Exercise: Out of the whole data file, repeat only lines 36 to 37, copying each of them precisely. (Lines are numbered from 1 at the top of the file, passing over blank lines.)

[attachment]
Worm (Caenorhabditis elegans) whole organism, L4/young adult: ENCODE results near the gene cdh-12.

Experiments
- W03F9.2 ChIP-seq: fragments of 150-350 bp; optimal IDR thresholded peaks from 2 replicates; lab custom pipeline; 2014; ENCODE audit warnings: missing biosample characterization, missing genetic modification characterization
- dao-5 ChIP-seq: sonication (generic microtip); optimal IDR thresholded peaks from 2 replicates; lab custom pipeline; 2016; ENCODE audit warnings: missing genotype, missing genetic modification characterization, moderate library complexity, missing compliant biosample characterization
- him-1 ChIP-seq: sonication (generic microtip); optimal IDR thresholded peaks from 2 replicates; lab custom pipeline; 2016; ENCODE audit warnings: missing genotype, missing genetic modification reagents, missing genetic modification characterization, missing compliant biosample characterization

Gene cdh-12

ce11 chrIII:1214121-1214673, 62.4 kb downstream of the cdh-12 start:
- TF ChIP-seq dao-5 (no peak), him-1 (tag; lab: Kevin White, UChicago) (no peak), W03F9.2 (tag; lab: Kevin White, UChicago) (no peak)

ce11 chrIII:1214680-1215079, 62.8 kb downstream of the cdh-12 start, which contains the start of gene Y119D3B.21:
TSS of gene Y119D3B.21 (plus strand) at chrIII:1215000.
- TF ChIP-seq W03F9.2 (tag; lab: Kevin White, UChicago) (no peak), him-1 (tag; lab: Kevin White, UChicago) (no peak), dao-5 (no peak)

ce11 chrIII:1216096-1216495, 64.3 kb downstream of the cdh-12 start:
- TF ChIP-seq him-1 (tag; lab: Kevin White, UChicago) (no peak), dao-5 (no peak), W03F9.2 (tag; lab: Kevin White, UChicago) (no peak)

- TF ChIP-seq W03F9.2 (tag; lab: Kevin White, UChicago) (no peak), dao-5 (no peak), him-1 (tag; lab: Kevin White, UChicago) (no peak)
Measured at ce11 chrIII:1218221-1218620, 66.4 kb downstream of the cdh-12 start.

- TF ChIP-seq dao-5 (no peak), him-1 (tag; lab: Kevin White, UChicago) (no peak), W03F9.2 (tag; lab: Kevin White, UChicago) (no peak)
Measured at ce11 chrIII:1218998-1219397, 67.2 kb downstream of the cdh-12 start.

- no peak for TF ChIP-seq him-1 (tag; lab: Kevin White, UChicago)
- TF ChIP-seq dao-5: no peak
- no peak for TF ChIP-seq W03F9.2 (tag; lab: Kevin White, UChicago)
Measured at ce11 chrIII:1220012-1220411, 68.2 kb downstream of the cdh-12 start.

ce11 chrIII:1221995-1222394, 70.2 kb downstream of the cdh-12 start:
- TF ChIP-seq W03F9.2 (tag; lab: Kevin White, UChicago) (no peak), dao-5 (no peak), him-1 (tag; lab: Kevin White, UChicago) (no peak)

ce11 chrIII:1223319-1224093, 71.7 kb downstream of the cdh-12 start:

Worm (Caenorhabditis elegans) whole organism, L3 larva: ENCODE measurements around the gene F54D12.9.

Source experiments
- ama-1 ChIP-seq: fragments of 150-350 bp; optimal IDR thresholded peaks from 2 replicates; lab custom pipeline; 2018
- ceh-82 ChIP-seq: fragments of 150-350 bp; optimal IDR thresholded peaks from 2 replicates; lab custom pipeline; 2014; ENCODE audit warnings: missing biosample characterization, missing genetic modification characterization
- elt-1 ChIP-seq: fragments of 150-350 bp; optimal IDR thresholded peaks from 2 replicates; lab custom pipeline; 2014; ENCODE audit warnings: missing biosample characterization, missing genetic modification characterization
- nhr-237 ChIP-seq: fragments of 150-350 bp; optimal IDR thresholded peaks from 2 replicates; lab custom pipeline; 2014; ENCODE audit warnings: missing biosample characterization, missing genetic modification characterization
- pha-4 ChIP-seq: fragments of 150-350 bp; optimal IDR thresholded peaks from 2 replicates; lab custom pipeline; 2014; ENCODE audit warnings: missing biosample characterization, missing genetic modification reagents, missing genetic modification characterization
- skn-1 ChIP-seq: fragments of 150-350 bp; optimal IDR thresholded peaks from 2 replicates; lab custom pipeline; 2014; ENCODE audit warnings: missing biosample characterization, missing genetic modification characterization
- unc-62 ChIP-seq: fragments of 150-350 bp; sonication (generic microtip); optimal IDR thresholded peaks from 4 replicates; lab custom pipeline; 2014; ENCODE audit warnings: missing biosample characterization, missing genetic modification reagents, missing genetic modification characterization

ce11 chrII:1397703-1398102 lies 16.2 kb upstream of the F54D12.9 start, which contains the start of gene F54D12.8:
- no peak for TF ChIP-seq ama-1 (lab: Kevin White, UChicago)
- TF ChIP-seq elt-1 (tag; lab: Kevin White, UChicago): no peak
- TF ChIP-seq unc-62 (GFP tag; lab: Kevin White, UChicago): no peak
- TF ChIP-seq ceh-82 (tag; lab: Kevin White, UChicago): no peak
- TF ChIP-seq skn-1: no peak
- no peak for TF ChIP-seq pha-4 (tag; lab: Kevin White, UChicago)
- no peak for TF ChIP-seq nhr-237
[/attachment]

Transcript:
- TF ChIP-seq elt-1 (tag; lab: Kevin White, UChicago): no peak
- TF ChIP-seq unc-62 (GFP tag; lab: Kevin White, UChicago): no peak